News Release

Diamonds and rust at the Earth's core-mantle boundary

Scientists in ASU’s School of Earth and Space Exploration help discover that a potential “diamond factory” may have existed at Earth’s core-mantle boundary for billions of years

Peer-Reviewed Publication

Arizona State University

Steel rusts by water and air on the Earth’s surface. But what about deep inside the Earth’s interior? 


The Earth’s core is the largest carbon storage on Earth – roughly 90% is buried there. Scientists have shown that the oceanic crust that sits on top of tectonic plates and falls into the interior, through subduction, contains hydrous minerals and can sometimes descend all the way to the core-mantle boundary. The temperature at the core-mantle boundary is at least twice as hot as lava, and high enough that water can be released from the hydrous minerals. Therefore, a chemical reaction similar to rusting steel could occur at Earth’s core-mantle boundary.


Byeongkwan Ko, a recent Arizona State University PhD graduate, and his collaborators published their findings on the core-mantle boundary in Geophysical Research Letters. They conducted experiments at the Advanced Photon Source at Argonne National Laboratory, where they compressed iron-carbon alloy and water together to the pressure and temperature expected at the Earth’s core-mantle boundary, melting the iron-carbon alloy. 


The researchers found that water and metal react and make iron oxides and iron hydroxides, just like what happens with rusting at Earth’s surface. However, they found that for the conditions of the core-mantle boundary carbon comes out of the liquid iron-metal alloy and forms diamond.


“Temperature at the boundary between the silicate mantle and the metallic core at 3,000 km depth reaches to roughly 7,000 F, which is sufficiently high for most minerals to lose H2O captured in their atomic scale structures,” said Dan Shim, professor at ASU’s School of Earth and Space Exploration. “In fact, the temperature is high enough that some minerals should melt at such conditions.”


Because carbon is an iron loving element, significant carbon is expected to exist in the core, while the mantle is thought to have relatively low carbon. However, scientists have found that much more carbon exists in the mantle than expected.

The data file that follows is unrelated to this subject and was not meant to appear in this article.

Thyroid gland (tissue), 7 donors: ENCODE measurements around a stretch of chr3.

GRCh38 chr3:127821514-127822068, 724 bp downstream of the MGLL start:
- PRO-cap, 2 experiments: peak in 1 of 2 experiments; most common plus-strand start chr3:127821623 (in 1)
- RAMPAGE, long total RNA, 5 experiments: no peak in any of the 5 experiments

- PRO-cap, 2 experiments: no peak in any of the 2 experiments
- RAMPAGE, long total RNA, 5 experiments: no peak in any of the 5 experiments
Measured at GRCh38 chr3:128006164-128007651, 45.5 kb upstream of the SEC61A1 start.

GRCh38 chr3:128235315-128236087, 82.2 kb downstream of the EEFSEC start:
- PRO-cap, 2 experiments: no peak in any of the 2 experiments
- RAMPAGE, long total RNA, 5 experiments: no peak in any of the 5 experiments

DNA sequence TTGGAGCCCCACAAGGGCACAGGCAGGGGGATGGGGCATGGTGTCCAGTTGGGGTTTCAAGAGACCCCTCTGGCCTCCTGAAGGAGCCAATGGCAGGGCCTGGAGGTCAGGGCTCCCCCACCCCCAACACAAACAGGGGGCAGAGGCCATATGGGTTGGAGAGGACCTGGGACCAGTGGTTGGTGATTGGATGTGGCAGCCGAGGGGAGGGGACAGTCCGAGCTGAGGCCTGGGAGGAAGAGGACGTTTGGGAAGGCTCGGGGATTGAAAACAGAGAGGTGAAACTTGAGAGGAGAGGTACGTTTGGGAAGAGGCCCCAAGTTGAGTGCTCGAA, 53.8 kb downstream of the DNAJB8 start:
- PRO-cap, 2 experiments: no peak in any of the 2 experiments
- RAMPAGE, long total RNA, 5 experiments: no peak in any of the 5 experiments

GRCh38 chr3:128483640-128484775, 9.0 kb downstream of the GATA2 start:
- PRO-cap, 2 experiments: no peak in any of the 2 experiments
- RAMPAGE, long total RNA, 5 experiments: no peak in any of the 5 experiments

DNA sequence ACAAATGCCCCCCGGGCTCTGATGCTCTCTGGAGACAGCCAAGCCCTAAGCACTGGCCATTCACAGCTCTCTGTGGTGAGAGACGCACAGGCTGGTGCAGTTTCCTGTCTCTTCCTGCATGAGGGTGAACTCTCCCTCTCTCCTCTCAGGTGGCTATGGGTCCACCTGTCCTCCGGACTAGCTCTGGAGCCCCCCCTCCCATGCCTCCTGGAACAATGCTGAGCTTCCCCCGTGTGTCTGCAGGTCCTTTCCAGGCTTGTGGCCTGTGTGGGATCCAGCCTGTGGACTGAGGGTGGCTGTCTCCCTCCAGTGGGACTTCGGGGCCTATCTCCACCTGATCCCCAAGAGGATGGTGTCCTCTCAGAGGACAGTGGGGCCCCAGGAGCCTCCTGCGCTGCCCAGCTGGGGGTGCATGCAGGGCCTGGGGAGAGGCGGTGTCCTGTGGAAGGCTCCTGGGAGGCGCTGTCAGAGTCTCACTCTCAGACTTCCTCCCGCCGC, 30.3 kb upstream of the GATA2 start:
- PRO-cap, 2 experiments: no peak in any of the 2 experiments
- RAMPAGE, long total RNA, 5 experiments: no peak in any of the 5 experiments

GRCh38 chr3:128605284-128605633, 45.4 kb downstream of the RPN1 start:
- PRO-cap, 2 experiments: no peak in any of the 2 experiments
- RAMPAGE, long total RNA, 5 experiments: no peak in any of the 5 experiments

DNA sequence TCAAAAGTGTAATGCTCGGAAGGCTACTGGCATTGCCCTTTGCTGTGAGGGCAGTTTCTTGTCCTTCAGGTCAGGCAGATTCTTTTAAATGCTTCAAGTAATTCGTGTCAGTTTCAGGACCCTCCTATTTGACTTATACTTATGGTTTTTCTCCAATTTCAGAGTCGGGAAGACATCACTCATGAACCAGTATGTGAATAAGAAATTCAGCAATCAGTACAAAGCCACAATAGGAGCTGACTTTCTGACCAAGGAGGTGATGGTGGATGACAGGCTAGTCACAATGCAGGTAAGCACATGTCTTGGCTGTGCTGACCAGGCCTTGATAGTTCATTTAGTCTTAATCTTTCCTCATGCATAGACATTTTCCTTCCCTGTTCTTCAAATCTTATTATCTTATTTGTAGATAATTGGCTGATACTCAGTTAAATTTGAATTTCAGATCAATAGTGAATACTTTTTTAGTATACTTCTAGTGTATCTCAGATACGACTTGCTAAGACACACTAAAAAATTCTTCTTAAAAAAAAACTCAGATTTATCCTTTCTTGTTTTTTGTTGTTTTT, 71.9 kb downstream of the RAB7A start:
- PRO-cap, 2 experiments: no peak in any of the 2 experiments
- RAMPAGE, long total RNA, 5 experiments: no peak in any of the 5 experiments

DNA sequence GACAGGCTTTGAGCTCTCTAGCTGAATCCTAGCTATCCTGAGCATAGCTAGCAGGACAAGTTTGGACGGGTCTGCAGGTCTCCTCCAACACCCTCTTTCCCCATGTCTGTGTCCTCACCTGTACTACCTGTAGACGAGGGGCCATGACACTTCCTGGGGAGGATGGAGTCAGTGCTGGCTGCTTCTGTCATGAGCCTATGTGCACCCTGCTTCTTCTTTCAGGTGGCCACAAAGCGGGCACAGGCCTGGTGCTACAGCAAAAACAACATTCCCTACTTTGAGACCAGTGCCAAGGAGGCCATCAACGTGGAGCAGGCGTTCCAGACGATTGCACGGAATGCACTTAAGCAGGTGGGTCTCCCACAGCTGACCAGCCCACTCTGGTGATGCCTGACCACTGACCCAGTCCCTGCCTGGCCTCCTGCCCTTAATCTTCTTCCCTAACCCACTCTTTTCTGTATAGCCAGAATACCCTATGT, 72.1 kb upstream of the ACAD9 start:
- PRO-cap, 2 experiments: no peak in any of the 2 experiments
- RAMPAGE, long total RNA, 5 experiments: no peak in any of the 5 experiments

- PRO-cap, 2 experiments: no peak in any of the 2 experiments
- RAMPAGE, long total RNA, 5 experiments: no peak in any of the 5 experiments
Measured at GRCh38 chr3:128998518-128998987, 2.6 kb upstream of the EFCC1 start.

“At the pressures expected for the Earth's core-mantle boundary, hydrogen alloying with iron metal liquid appears to reduce solubility of other light elements in the core,” said Shim. “Therefore, solubility of carbon, which likely exists in the Earth's core, decreases locally where hydrogen enters into the core from the mantle (through dehydration). The stable form of carbon at the pressure-temperature conditions of Earth's core-mantle boundary is diamond. So the carbon escaping from the liquid outer core would become diamond when it enters into the mantle.”


“Carbon is an essential element for life and plays an important role in many geological processes,” said Ko. “The new discovery of a carbon transfer mechanism from the core to the mantle will shed light on the understanding of the carbon cycle in the Earth’s deep interior. This is even more exciting given that the diamond formation at the core-mantle boundary might have been going on for billions of years since the initiation of subduction on the planet.”


Ko's new study shows that carbon leaking from the core into the mantle by this diamond formation process may supply enough carbon to explain the elevated carbon amounts in the mantle. Ko and his collaborators also predicted that diamond rich structures can exist at the core-mantle boundary and that seismic studies might detect the structures because seismic waves should travel unusually fast for the structures.


“The reason that seismic waves should propagate exceptionally fast through diamond-rich structures at the core-mantle boundary is because diamond is extremely incompressible and less dense than other materials at the core-mantle boundary,” said Shim.


Ko and team will continue investigating how the reaction can also change the concentration of other light elements in the core, such as silicon, sulfur and oxygen, and how such changes can impact the mineralogy of the deep mantle.




Author: Andrea Chatwood, Communications Specialist, ASU The College of Liberal Arts and Sciences




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